L C Rietveld

Delft University of Technology, Delft, South Holland, Netherlands

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Publications (115)187.61 Total impact

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    ABSTRACT: The application of ceramic membranes in water treatment is becoming increasing attractive because of their long life time and excellent chemical, mechanical and thermal stability. However, fouling of ceramic membranes, especially hydraulically irreversible fouling, is still a critical aspect affecting the operational cost and energy consumption in water treatment plants. In this study, four ceramic membranes with pore sizes or molecular weight cut-off (MWCO) of 0.20 μm, 0.14 μm, 300 kDa and 50 kDa were compared during natural surface water filtration with respect to hydraulically irreversible fouling index (HIFI), foulant composition and narrowing of pore size due to the irreversible fouling. Our results showed that the hydraulically irreversible fouling index (HIFI) was proportional to the membrane pore size (r2=0.89) when the same feed water was filtrated. The UF membranes showed lower HIFI values than the MF membranes. Pore narrowing (internal fouling) was found to be a main fouling pattern of the hydraulically irreversible fouling. The internal fouling was caused by monolayer adsorption of foulants with different sizes that is dependent on the size of the membrane pore.
    Separation and Purification Technology 06/2015; DOI:10.1016/j.seppur.2015.04.039 · 3.07 Impact Factor
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    Yasmina Bennani, Peter Appel, Luuk C. Rietveld
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    ABSTRACT: This paper presents an outline of the effects of photoelectrocatalytic operating parameters in a batch reactor on the kinetics of photo(electro) catalytic (PEC) oxidation, using phenol as a model compound. Process parameters and electrode configuration were varied to examine which mechanism becomes dominant under which conditions. The parameters studied were: the effect of the TiO2 layer thickness, agitation, different light intensities (UV300–400), and the initial concentration of phenol in an aqueous solution as encountered in practice.
    Journal of Photochemistry and Photobiology A Chemistry 06/2015; 305. DOI:10.1016/j.jphotochem.2015.03.009 · 2.29 Impact Factor
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    ABSTRACT: Sewage is a nutrient rich reliable water source that is rather consistent in quality, volume and temperature, and is available in large amounts in urban areas. Decentralised reclamation of water including its constituents from municipal sewage, further referred to as sewer mining, is a concept in which municipal sewage is considered a resource instead of a waste stream. In this research, water reclamation in the sewer mining concept was studied using ceramic tight ultra- (UF) and ceramic nanofiltration (NF). In our current approach, ceramic membrane filtration is proposed as pre-treatment for reverse osmosis (RO) to produce demineralised water for industries from municipal sewage. The objectives of this research are to study (i) the membrane performance, (ii) the organic matter and ion rejection, and (iii) the biofouling potential of RO using permeate water from the ceramic filtration. The application of ceramic tight UF and ceramic NF for direct treatment of domestic sewage has been demonstrated in this study. The cross flow ceramic tight UF and NF fed with filtered sewage, can be operated for 1–4 days without any cleaning required. The membrane performance remained high with chemical cleaning with NaClO (0.1%) and HCl (0.1 mol L−1) solutions. On average about 81% of organic matter was rejected by both ceramic tight UF and NF membranes. Finally, the pressure drop increase in the MFS fed with ceramic NF permeate was low during an operation of 14 days. These results were comparable with the increase in pressure drop of an MFS fed with Dutch drinking water.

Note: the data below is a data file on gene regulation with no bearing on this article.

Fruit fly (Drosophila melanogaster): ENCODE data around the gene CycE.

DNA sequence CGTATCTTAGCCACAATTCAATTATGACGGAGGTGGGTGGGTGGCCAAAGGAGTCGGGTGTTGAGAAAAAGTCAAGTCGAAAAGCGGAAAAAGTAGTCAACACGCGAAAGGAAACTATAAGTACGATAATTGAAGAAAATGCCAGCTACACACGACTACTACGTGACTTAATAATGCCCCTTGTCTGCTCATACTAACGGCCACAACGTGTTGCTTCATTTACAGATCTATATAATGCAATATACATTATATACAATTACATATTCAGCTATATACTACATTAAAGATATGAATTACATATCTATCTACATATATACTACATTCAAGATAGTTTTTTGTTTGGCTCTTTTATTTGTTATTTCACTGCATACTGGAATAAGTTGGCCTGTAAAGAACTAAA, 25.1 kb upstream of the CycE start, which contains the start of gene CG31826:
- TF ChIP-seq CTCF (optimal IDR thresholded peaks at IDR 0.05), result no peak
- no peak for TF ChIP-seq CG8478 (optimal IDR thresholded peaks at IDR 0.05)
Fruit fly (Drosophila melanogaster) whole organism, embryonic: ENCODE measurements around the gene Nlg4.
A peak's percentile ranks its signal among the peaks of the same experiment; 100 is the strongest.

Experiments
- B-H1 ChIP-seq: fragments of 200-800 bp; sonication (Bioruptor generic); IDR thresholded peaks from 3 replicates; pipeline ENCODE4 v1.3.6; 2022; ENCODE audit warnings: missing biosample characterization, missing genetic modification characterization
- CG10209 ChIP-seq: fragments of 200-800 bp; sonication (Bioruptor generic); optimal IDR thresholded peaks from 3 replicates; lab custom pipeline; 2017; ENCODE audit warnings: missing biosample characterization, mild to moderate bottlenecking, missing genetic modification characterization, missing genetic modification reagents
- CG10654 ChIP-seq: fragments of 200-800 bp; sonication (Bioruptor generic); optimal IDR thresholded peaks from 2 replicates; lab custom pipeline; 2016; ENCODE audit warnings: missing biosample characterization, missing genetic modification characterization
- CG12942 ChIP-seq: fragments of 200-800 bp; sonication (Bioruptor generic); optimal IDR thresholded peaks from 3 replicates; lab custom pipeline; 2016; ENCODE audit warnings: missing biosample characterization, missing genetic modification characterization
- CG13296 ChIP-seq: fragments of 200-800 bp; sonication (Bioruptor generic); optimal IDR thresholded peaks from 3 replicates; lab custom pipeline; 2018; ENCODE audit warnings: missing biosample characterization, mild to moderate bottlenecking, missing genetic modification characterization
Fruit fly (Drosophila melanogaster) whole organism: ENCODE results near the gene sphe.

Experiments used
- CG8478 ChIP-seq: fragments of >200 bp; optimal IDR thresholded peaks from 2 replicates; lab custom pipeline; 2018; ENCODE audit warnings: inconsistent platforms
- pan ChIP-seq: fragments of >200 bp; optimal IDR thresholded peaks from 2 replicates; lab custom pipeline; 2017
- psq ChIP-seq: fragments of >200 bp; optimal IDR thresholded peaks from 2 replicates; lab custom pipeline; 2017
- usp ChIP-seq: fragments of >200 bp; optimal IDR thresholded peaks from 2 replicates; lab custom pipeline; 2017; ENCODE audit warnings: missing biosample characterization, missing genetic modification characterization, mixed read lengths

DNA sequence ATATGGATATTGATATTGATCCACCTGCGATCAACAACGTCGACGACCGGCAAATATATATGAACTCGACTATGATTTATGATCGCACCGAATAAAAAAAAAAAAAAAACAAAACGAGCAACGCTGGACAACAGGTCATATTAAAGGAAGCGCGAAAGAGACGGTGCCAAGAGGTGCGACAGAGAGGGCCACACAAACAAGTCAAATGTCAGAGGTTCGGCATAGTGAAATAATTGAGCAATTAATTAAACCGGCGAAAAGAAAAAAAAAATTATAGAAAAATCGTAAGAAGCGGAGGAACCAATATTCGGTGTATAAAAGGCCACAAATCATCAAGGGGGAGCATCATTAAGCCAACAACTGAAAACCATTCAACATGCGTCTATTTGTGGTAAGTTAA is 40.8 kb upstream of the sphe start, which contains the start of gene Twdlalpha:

Separation and Purification Technology 04/2015; 147. DOI:10.1016/j.seppur.2015.04.008 · 3.07 Impact Factor
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    ABSTRACT: Alkalizing amines such as cyclohexylamine and dimethylamine have great potential for protecting steam-water cycles against corrosion, but their thermal stability is limited and anionic decomposition products are a concern due to increased corrosion risk. In this study morpholine, ethanolamine, cyclohexylamine, dimethylamine and 3-methoxypropylamine were exposed to 500, 530 and 560 ˚C at 9.5, 13.5 and 17.5 MPa to investigate the influence of temperature and pressure on amine thermolysis kinetics. The surface:volume ratio of the reactor tube was 0.4 mm-1, close to the value of superheater tubes in steam-water cycles. All amines thermolyzed by first order kinetics, with the exception of dimethylamine. The Arrhenius constants Ea, ln(A) and Va were obtained from the experimental data for all investigated amines. The influence of pressure on thermolysis kinetics was less pronounced than in previous studies and was different for each amine. Dimethylamine did not degrade below 20 and 10% at 500 and 530 ˚C respectively, in spite of longer retention times being applied, suggesting synthesis may occur. Limited practical data showed some promise for the applicability of the model to steam-water cycles. More plant data is necessary to fully validate the model. In all cases, thermolysis of the amines led to the formation of between 150 and 600 ppb organic acid anions. In most cases the concentrations increased linearly with increasing degradation percentage. Acetate and formate were found as major degradation products, with some propionate and traces of glycolate. Cationic degradation products were ammonia and some amines, meaning that the complete thermolysis of an amine does not necessarily lead to acidic conditions.
    Industrial & Engineering Chemistry Research 02/2015; 54(10):150218154332002. DOI:10.1021/ie504849v · 2.24 Impact Factor